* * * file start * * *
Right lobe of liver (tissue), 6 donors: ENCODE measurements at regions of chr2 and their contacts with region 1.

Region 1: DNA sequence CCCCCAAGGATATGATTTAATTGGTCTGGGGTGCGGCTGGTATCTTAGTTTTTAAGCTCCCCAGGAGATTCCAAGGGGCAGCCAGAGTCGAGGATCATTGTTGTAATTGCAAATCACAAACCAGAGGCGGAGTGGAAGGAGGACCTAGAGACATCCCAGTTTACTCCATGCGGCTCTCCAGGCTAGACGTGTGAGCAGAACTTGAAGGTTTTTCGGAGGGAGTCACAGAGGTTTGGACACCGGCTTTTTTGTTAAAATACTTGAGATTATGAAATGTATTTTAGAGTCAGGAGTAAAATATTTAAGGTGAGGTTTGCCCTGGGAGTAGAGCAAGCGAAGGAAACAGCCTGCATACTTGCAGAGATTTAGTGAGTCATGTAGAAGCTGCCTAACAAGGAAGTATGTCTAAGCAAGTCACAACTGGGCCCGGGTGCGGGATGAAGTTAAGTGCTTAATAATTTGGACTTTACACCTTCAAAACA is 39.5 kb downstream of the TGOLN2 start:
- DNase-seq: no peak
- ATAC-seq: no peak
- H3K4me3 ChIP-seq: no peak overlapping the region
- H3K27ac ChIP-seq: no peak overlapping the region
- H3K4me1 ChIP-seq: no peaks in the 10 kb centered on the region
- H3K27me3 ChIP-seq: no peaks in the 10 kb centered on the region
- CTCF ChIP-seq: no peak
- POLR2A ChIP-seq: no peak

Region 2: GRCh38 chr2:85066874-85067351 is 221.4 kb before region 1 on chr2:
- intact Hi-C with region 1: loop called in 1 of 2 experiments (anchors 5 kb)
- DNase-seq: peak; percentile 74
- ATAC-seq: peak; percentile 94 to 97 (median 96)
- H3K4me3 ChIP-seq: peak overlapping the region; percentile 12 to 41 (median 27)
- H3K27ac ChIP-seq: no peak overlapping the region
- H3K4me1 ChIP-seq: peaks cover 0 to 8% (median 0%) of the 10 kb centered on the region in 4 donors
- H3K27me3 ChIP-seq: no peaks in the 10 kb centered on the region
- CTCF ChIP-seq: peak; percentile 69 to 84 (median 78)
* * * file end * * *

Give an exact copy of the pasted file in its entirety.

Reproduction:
Right lobe of liver (tissue), 6 donors: ENCODE measurements at regions of chr2 and their contacts with region 1.

Region 1: DNA sequence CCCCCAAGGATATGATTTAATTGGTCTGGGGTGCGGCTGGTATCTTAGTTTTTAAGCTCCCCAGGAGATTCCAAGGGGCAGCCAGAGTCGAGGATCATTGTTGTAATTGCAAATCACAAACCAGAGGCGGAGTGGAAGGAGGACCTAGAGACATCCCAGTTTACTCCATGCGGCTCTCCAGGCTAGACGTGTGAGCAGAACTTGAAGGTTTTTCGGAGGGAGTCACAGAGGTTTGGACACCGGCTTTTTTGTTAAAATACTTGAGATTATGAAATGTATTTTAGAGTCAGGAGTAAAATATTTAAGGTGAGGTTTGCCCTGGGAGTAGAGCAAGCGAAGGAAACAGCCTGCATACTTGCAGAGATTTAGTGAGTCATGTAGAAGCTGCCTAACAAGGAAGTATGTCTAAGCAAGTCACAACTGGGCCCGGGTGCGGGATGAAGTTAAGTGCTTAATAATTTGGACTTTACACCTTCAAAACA is 39.5 kb downstream of the TGOLN2 start:
- DNase-seq: no peak
- ATAC-seq: no peak
- H3K4me3 ChIP-seq: no peak overlapping the region
- H3K27ac ChIP-seq: no peak overlapping the region
- H3K4me1 ChIP-seq: no peaks in the 10 kb centered on the region
- H3K27me3 ChIP-seq: no peaks in the 10 kb centered on the region
- CTCF ChIP-seq: no peak
- POLR2A ChIP-seq: no peak

Region 2: GRCh38 chr2:85066874-85067351 is 221.4 kb before region 1 on chr2:
- intact Hi-C with region 1: loop called in 1 of 2 experiments (anchors 5 kb)
- DNase-seq: peak; percentile 74
- ATAC-seq: peak; percentile 94 to 97 (median 96)
- H3K4me3 ChIP-seq: peak overlapping the region; percentile 12 to 41 (median 27)
- H3K27ac ChIP-seq: no peak overlapping the region
- H3K4me1 ChIP-seq: peaks cover 0 to 8% (median 0%) of the 10 kb centered on the region in 4 donors
- H3K27me3 ChIP-seq: no peaks in the 10 kb centered on the region
- CTCF ChIP-seq: peak; percentile 69 to 84 (median 78)